Reading Recovery

What is Reading Recovery?

Reading Recovery is an early literacy intervention program, designed for children at risk after one year of schooling. The Reading Recovery teacher observes, analyses and interprets the reading and writing behaviour of students and designs individual lessons to meet each student’s unique needs.

Reading Recovery is a prevention strategy aimed at ensuring that there are no no-readers in middle and senior classes, because illiterate children become illiterate adults.

Reading Recovery identifies early the children at risk and delivers an individual teaching plan each day. These plans are aimed at taking the pupil from where he or she is in their learning and lifting their performance so that it becomes appropriate for progressing well in the eyes or his or her particular teacher, in his or her particular class in our school. Reading Recovery is designed to intervene early so that children are not given the time to practice their confusions and make them habitual and to enable children to catch up while the learning gap is comparatively narrow. It is the intensity of the teaching, the consistency of the support, the immediacy of the feedback and the quality of the teaching that makes the instruction so effective.

At risk children must learn at a faster rate than average children in the class in order to be able to catch up in a relatively short period of time. At Hampton Primary School we make available the best possible lessons, for the hardest to teach children as early as possible, so as not to severely limit any child’s ultimate achievement in school learning.

In order to accelerate children, Reading Recovery lessons are different for each child. The teaching approach is developed from how the individual child actually learns to read and write and not from a pre-conceived notion of how we think each child should learn. Detailed observations and records are kept for each student on a daily basis and a running record is taken each day and from it the child’s reading behaviour is analysed.

Problem solving strategies are taught such as:

  • Noticing discrepancies when reading
  • Checking two or more sources of information against each other to make sure a word is the right one
  • Searching for further information to check predications
  • Self-correcting responses that do not match the text

The Reading Recovery teacher uses prompts in order to help children to problem solve on the text. For example:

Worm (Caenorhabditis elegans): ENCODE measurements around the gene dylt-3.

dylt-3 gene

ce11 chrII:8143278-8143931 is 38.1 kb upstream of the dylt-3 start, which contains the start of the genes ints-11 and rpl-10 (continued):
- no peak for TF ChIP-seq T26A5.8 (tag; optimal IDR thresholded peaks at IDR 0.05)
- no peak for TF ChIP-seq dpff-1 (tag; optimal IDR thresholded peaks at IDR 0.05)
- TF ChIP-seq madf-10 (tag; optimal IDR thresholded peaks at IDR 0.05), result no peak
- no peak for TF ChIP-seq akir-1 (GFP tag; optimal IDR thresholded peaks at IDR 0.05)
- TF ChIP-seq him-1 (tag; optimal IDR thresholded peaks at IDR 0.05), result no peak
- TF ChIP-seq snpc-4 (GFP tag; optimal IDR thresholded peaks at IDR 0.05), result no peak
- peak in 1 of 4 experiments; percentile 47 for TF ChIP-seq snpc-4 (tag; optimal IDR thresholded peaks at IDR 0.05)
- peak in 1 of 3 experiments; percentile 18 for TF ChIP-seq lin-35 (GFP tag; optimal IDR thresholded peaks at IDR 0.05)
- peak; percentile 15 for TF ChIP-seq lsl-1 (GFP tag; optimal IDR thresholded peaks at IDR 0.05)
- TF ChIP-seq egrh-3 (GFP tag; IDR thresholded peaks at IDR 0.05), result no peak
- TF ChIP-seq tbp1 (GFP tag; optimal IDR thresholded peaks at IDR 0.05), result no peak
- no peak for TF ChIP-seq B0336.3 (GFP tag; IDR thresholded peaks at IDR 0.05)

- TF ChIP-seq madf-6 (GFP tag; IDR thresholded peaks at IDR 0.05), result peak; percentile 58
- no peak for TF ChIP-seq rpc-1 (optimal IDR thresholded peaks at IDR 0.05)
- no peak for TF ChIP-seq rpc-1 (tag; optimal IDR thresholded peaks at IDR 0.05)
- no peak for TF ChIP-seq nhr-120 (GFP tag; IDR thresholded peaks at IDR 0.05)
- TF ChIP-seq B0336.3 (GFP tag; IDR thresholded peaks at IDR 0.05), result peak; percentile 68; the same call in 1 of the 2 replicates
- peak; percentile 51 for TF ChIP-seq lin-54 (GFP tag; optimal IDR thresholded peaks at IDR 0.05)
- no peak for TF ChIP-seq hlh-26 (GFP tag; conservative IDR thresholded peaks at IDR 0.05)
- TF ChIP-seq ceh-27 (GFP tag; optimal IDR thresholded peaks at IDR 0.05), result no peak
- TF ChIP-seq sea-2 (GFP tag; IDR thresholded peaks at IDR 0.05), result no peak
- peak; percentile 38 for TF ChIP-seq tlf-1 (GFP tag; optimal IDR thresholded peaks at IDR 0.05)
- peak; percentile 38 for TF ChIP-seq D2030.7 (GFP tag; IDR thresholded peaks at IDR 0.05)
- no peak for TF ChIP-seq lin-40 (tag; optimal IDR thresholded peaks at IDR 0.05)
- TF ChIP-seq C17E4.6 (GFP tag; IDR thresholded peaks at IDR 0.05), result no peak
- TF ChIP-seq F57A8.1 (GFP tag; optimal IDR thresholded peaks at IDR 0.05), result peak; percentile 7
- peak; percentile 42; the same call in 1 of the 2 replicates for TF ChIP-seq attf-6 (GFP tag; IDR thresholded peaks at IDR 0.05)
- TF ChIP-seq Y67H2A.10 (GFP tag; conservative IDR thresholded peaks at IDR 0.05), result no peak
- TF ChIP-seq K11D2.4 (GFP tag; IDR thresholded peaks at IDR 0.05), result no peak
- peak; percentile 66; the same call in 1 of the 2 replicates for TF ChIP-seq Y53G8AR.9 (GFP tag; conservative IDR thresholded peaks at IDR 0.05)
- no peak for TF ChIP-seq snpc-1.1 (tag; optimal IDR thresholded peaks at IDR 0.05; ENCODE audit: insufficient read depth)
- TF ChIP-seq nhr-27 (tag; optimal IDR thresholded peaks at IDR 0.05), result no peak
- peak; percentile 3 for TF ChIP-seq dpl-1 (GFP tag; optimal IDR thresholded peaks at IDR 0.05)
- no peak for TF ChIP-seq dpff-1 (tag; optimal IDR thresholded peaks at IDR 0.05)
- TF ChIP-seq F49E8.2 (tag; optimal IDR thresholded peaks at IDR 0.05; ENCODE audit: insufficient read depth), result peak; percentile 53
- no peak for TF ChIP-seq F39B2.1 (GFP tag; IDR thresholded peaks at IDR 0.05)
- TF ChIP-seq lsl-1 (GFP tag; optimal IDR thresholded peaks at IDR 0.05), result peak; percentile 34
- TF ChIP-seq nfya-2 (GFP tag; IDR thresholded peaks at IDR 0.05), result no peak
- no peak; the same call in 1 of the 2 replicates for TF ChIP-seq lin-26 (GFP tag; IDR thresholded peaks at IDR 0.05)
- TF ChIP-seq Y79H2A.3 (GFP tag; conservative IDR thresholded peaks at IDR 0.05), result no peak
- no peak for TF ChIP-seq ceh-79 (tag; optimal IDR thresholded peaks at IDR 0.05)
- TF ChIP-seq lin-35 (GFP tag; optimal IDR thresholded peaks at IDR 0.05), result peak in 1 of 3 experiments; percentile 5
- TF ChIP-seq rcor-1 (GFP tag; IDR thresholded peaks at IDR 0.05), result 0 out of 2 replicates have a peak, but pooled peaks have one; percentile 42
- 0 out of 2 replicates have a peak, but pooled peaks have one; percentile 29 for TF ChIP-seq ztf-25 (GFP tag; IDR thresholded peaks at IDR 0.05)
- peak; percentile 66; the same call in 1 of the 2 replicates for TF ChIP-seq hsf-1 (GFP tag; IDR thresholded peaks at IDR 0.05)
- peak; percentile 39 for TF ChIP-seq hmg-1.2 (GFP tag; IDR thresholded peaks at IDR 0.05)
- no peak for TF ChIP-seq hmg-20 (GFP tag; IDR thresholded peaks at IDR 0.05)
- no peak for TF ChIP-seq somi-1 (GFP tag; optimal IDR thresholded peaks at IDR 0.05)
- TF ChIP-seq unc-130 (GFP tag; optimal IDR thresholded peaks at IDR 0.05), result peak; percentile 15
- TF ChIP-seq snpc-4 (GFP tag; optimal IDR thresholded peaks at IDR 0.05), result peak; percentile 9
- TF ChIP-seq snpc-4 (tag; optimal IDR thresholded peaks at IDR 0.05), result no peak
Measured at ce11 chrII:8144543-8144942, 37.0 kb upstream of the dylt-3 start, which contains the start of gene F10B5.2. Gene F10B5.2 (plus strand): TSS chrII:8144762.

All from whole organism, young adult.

• NoticingWas that OK? Why did you stop?
  • CheckingIt could be _ but look at the _.
  • SearchingTry that again and think of a word that makes sense.
  • Self-correctingI liked the way you worked that out all by yourself. I liked the way you reread the sentence, thought about the story and had a good look at the wording.

Reading Recovery also gives the highest priority to writing.

It is through the daily writing sessions that children learn to analyse print.

The Reading Recovery teacher is teaching for in-head-strategies, so that children become independent readers and writers. The teacher helps children to attend to the details of print and gives them strategies for remembering the spelling of words used in their writing. Ways of hearing and recording the sounds in words are taught. Students learn to use interesting words from the books they are reading in their writing.

The level of difficulty at which the children can read is gradually increased, until it matches a level, which is appropriate for their class. Reading Recovery students are taught to notice letter sound relationships and letter patterns in words when reading and writing and to read texts using the appropriate phrasing and fluency.

Hampton Primary School offers Reading Recovery because of the value it places on children’s literacy. The individually delivered lessons provide the intensive care that result in the fastest recovery of a normal trajectory of progress for any child.

The school’s aim is to ensure that all children can read by the end of their third year of schooling. Acceleration is achieved when the child takes over the learning process and starts making discoveries and connections for him or herself.

As a team of classroom teachers and a Reading Recovery teacher we want to give children wings so that they can learn to learn for themselves.

Judy Van Pelt

Reading Recovery Teacher